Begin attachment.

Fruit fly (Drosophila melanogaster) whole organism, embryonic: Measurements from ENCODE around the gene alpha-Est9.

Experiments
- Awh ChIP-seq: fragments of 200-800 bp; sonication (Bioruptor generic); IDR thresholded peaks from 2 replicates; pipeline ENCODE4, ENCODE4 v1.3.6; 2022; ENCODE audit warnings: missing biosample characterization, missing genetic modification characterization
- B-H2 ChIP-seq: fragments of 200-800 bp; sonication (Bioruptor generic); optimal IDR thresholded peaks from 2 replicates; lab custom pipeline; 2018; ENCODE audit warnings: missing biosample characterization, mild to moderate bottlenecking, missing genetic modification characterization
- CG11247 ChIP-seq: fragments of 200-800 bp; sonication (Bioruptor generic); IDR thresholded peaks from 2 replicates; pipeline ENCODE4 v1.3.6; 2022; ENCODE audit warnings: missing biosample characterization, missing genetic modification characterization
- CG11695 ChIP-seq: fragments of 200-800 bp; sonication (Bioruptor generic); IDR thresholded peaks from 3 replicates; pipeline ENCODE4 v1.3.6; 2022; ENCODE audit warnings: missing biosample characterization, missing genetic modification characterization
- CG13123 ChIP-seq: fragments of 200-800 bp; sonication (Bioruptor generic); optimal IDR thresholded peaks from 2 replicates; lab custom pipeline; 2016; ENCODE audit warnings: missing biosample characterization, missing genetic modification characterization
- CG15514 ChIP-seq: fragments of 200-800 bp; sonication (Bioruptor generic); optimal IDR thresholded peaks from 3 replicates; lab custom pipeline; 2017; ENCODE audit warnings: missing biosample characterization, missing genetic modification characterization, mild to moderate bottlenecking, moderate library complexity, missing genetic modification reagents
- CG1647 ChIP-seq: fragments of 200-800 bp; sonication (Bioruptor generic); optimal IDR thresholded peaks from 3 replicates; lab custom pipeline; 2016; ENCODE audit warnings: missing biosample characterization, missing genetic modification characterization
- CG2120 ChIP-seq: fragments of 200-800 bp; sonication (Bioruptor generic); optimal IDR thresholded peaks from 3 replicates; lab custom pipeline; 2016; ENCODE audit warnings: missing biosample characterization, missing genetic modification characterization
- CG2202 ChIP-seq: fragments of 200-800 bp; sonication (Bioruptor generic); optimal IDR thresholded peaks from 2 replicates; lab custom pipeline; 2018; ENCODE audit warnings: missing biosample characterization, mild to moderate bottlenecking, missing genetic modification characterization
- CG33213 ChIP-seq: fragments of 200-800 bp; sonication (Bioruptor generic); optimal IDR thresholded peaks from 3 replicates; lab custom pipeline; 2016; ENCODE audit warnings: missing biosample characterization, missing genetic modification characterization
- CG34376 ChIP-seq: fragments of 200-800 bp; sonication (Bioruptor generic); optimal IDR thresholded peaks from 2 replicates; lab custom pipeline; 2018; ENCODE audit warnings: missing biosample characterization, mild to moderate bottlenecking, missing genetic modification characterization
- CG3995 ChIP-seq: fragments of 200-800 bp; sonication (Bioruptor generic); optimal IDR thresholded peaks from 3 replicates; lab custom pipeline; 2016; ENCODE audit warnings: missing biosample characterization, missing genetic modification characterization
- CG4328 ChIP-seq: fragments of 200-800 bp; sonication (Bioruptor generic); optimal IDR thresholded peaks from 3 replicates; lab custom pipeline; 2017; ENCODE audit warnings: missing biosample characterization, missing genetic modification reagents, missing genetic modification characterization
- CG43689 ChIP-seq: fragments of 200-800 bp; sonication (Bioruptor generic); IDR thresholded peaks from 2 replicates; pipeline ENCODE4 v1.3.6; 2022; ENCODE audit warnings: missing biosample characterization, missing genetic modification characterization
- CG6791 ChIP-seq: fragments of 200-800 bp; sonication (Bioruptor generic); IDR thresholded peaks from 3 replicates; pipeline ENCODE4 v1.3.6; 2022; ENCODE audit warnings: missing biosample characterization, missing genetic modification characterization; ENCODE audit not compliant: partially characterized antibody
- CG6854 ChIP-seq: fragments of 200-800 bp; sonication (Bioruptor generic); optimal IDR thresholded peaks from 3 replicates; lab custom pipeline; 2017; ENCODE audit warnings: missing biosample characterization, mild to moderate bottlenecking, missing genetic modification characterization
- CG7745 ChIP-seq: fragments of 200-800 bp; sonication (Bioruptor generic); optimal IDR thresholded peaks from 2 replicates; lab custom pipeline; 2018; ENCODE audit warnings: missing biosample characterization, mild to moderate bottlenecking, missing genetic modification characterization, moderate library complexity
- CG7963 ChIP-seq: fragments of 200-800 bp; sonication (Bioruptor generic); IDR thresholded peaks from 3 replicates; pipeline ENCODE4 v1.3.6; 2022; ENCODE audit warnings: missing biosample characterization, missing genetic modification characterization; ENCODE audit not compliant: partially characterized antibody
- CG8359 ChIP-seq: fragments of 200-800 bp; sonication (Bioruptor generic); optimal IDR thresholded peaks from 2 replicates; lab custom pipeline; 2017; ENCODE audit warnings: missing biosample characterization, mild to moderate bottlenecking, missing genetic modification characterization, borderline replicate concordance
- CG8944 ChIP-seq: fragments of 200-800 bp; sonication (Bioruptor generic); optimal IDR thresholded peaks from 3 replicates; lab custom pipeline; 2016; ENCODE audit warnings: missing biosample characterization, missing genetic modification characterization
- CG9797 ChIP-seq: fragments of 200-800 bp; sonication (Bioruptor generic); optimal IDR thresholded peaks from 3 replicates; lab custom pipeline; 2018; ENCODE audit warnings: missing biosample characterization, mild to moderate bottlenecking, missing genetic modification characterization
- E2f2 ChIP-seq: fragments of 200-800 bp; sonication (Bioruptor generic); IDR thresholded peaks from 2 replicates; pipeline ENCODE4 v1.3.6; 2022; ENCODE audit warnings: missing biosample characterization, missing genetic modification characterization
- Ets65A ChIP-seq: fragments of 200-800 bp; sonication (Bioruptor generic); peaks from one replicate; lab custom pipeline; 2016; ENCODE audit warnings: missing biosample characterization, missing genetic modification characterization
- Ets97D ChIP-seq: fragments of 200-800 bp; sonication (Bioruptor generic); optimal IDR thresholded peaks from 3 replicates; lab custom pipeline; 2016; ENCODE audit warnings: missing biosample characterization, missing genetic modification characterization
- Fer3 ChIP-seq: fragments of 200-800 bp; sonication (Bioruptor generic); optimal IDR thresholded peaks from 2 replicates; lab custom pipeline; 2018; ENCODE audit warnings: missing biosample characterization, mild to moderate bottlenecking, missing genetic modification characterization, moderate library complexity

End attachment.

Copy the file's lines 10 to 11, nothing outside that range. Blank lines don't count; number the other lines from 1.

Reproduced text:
- CG2120 ChIP-seq: fragments of 200-800 bp; sonication (Bioruptor generic); optimal IDR thresholded peaks from 3 replicates; lab custom pipeline; 2016; ENCODE audit warnings: missing biosample characterization, missing genetic modification characterization
- CG2202 ChIP-seq: fragments of 200-800 bp; sonication (Bioruptor generic); optimal IDR thresholded peaks from 2 replicates; lab custom pipeline; 2018; ENCODE audit warnings: missing biosample characterization, mild to moderate bottlenecking, missing genetic modification characterization